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About Nora Harlow

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So far Nora Harlow has created 82 blog entries.
13 03, 2023

Bulbines and Bulbinellas

2023-03-13T13:35:29-07:00Categories: Blog, Garden Plants, Nora Harlow, perennials|Tags: , |

It is perhaps not surprising that bulbines and bulbinellas are often mistaken for one another. Both form clumps or rosettes of grasslike or straplike basal leaves and both bear tiny, star-shaped, yellow, orange, or white flowers in cylindrical or cone-shaped clusters atop tall stems. Most of both genera are native to South Africa with a few bulbines from Australia and a few bulbinellas from New Zealand. Bulbine latifolia has succulent leaves resembling an aloe without spines There are, however, significant differences between the two that may affect how they are used in the garden. Almost all bulbines

21 02, 2023

Helleborus 101

2023-02-25T13:33:13-08:00Categories: Blog, Nora Harlow, perennials|Tags: , |

It might seem that hellebores are for expert gardeners and collectors only and a few of them are. The rest may look delicate, fussy, and difficult to grow but are quite amenable to cultivation in a fairly wide range of soils and situations. Hellebores, especially species but also many of the hundreds of cultivars, lend a connoisseur’s cachet to gardens in summer-dry parts of the world. Helleborus orientalis, beautiful in its own right, is the main parent of many hybrids If you are a newcomer to hellebores, there are several things it might be helpful to know.

31 01, 2023

April Showers Bring May Flowers — Or Do They?

2023-02-02T07:23:43-08:00Categories: Blog, Climate, Nora Harlow|Tags: , |

If it seems that some of your trees or shrubs are leafing out or flowering early these days, it may be so. One of the most commonly observed effects of global warming is early onset of these usually reliable signs of approaching spring. Ceanothus maritimus ‘Valley Violet’ usually blooms in early spring. The species is native to coastal bluffs of San Luis Obispo County, California. We know that global warming is not just something that will happen in the future. It’s happening now, has been for decades, and the speed of change is accelerating. According to the

14 01, 2023

Ferns for Summer-Dry Climates

2023-01-14T05:49:18-08:00Categories: Blog, California Native, ferns, Nora Harlow|Tags: , , |

Guaranteed to lift your spirits on the dreariest of winter days, summer-dormant Polypodium californicum (California polypody) appears suddenly with the first fall rains, remains a lustrous bright green until mid-spring, and then just as suddenly dies back to the ground leaving barely a trace. Polypodium californicum in University of California, Berkeley, Botanical Garden Native to coastal California and northern Baja California, Polypodium californicum is usually found in shaded canyons, on streambanks and north-facing slopes, and on rocky cliffs and bluffs within or near the summer-fog zone. A volunteer in my northern California garden, it has reappeared reliably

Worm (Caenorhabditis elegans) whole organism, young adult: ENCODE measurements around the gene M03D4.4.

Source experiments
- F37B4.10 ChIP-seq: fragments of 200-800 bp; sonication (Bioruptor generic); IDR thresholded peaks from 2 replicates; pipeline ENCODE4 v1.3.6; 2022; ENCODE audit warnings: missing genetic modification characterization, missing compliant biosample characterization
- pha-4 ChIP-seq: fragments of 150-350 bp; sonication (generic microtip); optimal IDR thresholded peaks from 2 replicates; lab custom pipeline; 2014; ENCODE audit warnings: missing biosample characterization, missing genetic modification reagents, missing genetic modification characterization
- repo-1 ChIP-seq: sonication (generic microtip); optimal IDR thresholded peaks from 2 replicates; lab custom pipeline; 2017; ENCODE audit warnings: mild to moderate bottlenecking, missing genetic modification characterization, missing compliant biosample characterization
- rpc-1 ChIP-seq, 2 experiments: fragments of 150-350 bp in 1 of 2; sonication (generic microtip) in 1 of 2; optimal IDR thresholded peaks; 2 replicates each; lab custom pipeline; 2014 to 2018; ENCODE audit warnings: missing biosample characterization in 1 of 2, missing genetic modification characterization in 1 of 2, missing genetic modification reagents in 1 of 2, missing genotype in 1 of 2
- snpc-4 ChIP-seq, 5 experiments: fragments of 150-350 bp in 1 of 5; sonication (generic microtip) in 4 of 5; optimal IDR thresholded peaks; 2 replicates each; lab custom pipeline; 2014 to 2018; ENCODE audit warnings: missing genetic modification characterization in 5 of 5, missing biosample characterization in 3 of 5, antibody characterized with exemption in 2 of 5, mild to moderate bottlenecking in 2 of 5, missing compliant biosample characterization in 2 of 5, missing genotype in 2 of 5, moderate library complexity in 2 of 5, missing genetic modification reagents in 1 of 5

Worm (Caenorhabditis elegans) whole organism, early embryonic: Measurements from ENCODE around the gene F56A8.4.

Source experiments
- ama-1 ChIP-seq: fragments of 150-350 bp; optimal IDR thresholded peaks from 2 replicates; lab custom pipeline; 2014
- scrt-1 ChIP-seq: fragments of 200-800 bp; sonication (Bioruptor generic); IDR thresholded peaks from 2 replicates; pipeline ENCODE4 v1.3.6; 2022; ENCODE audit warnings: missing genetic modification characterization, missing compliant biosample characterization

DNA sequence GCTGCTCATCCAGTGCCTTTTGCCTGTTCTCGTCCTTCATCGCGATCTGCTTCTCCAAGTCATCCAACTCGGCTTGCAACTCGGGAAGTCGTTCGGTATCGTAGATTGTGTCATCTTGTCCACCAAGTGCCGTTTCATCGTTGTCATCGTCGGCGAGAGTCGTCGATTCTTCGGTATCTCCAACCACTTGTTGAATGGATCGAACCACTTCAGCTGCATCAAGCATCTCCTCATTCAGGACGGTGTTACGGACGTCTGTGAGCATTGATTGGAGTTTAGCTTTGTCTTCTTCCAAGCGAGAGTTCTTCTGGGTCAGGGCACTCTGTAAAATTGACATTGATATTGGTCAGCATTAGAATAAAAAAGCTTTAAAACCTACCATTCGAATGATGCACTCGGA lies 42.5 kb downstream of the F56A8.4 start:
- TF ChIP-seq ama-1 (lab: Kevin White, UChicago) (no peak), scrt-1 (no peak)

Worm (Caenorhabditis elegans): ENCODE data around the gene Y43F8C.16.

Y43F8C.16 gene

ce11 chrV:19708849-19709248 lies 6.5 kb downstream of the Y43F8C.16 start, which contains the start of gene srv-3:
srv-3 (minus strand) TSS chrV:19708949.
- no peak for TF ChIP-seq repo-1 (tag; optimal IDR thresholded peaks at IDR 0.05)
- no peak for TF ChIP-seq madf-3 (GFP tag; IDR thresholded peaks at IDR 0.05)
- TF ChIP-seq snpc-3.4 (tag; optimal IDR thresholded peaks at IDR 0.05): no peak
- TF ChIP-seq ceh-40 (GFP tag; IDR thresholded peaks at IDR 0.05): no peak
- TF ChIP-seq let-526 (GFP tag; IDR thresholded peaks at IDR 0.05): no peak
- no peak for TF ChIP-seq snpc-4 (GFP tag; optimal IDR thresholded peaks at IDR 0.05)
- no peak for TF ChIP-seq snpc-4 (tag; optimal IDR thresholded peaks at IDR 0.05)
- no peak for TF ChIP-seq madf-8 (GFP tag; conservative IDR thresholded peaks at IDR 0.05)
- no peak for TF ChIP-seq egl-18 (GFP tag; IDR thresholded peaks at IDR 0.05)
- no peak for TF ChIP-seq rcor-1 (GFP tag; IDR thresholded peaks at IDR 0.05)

9 12, 2022

Environmental Benefits of Perennial Grasses

2023-02-03T23:04:05-08:00Categories: Blog, grasses|Tags: , , |

Perennial grasses have long been popular garden subjects, usually for their aesthetic value -- the meadow effect when used in large drifts, the drama when backlit by the setting sun, the architectural beauty of those that retain their formal shape even into dormancy. Festuca mairei (Atlas fescue) catches afternoon light in a California garden There are, of course, other good reasons to use perennial grasses liberally in both private and public landscapes. Grasses are an integral part of many ecosystems and they provide many environmental benefits at local, regional, and global levels. Canada geese feed on

23 10, 2022

Ginkgo

2022-10-24T19:44:53-07:00Categories: Blog, Nora Harlow, shrubs, trees|

My neighbor's ginkgo tree (Ginkgo biloba) is coloring up again, bright yellow now, headed for screaming saffron. I don't know why it still surprises me, this always welcome yet somehow unnerving contrast against the dark green coast live oaks and bays that dominate my garden. This ginkgo was planted more than thirty years and three neighbors ago and its fall transformation still takes me by surprise. Fall colors of Ginkgo biloba in the San Francisco Botanical Garden Usually planted for its stunning fall color, Ginkgo biloba is attractive and interesting at any time of year. Long-lived

30 09, 2022

Scented Geraniums

2022-09-30T16:55:04-07:00Categories: Blog, Garden Plants, Nora Harlow, subshrubs|Tags: , |

Plants commonly known as scented geraniums are species and cultivars of the genus Pelargonium with especially fragrant leaves. Most pelargoniums have at least lightly aromatic leaves, but some are grown primarily for their fragrance. Minty, fruity, spicy, nutty, lemony, or other distinctive aromas are released when leaves are touched or bruised. Pelargonium 'Orsett', with mint-scented leaves, cascades over rocks and walls Scented geraniums are small, tender, fast-growing, semi-woody subshrubs native to summer-dry, winter-wet climates of southern Africa. They are easily grown where winters are mild and where, if summers are hot, some afternoon shade can be

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